Suit against Microsoft expands

The Associated Press
Thursday June 28, 2001

SANTA CLARA — A small technology company said Wednesday it was expanding its patent infringement lawsuit against Microsoft Corp. and would try to stop sales of the new Windows XP operating system. 

Microsoft said the suit was baseless and promised to fight it. 

The lawsuit by InterTrust Technologies Corp. concerns digital rights management, or antipiracy measures that are essential in putting music, movies and other copyright material on the Internet. Digital rights management technology is used to limit what users can do with copyright material. 

InterTrust first sued in April, claiming the digital rights management software in Microsoft’s Windows Media Player program and its operating systems violated a patent issued to InterTrust in February. That patent covers technology used in downloading digital content. 

On Tuesday, InterTrust said it had been granted another patent, this one governing its process for securing content that is copied from one device to another, such as from personal computers to MP3 players. 


The company said the new patent “substantially expands the implications for Microsoft’s current and future products” that also secure content being transferred between devices. Specifically, InterTrust cited Windows Media Player, and the Millennium Edition and upcoming XP version of the Windows operating system.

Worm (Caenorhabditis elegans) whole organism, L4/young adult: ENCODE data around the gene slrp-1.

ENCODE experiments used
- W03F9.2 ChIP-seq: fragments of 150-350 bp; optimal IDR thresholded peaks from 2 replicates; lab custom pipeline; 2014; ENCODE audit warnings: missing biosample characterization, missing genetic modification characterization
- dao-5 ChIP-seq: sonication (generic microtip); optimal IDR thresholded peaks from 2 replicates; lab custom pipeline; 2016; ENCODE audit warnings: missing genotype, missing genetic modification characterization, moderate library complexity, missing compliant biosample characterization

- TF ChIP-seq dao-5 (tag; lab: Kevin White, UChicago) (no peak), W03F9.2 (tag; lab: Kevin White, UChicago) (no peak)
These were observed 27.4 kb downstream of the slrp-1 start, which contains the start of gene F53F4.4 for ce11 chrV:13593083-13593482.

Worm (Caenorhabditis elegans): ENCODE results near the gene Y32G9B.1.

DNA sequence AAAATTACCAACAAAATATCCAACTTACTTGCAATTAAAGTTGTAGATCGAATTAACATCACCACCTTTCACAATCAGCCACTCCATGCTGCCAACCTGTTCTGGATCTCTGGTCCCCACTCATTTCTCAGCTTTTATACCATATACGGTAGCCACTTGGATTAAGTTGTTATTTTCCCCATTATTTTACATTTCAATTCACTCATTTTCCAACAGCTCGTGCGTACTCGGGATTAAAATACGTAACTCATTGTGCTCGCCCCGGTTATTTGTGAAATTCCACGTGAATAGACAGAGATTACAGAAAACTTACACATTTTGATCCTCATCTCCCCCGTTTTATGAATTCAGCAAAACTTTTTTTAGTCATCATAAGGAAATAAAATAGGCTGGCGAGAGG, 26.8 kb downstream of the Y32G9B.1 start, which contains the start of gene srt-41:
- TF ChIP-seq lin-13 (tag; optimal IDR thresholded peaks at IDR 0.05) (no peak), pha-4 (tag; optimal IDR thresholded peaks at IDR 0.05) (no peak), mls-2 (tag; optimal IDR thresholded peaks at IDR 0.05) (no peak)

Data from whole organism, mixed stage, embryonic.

InterTrust said it would ask a federal court to stop sales of any Microsoft products that infringe on the patents. 

“The underlying issue is Microsoft’s failure to respect InterTrust’s pioneering, inventive work,” said Ed Fish, president of the MetaTrust Utility, which is part of Santa Clara-based InterTrust. 

Microsoft spokesman Jim Cullinan said he could not discuss the details of Microsoft’s digital rights management technology. But he said the lawsuit was “without merit” and mostly aimed at generating public-relations benefits for InterTrust. 

“Microsoft respects intellectual property rights,” he said. “We just don’t believe these claims are valid.” 

InterTrust, founded in 1990, has licensing agreements and business partnerships with several companies that figure to play a large role in the future of digital content on the Internet, including AOL-Time Warner, Adobe Systems, Nokia, Universal Music Group and Blockbuster. 

Shares of InterTrust lost 3 cents to $1.19 on the Nasdaq Stock Market, where Microsoft shares gained $1 to $71.14. InterTrust stock is well off its 52-week high of $25.50 and the $100 price it achieved before the dot-com bust in 2000. 


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